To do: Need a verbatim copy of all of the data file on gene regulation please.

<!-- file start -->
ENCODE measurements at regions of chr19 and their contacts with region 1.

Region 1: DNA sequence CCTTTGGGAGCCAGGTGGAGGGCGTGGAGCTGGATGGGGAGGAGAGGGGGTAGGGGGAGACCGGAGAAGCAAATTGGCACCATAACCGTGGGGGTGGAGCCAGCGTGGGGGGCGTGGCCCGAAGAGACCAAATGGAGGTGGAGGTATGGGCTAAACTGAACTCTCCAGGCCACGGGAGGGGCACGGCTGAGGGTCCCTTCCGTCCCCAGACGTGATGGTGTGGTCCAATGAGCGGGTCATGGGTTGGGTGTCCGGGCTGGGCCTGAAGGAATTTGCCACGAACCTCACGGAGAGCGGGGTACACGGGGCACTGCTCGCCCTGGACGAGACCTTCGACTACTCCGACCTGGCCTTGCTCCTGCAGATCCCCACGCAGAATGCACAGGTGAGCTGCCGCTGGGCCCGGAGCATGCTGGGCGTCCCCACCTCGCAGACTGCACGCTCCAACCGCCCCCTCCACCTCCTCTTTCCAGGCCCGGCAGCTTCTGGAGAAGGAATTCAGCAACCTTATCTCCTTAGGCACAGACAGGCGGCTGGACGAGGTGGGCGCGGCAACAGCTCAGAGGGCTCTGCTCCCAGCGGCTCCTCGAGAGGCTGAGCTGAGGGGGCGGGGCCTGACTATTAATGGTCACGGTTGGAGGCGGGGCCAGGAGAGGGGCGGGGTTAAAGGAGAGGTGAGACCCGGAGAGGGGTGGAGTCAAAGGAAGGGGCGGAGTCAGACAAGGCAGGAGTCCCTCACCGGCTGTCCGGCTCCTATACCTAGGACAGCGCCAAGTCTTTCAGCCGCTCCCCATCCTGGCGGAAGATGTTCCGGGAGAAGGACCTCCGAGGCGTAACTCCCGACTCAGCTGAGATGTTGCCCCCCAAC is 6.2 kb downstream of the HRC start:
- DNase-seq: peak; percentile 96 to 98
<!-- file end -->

ENCODE measurements at regions of chr19 and their contacts with region 1.

Region 1: DNA sequence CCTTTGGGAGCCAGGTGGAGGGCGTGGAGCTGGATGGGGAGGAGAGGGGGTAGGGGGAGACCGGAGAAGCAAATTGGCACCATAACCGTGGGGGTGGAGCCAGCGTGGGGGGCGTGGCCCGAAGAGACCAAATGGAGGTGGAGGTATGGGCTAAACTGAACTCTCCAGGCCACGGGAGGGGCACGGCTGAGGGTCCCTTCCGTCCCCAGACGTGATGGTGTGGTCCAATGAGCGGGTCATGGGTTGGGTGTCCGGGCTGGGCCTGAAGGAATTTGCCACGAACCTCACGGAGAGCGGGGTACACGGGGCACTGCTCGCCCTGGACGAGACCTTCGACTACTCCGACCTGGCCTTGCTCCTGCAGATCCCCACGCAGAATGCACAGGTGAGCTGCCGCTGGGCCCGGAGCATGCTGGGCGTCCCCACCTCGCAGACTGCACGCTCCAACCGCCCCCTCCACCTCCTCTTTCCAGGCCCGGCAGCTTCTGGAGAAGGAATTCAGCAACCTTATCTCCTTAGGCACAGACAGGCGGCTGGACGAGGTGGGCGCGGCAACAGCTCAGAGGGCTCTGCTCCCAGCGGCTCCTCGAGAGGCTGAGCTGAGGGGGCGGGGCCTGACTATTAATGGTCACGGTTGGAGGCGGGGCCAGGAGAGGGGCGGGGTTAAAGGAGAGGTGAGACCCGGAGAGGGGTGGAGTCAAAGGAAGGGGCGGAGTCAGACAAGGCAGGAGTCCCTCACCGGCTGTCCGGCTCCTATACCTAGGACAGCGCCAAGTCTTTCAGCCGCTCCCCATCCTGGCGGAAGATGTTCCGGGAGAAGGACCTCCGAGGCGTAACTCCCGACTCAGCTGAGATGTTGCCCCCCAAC is 6.2 kb downstream of the HRC start:
- DNase-seq: peak; percentile 96 to 98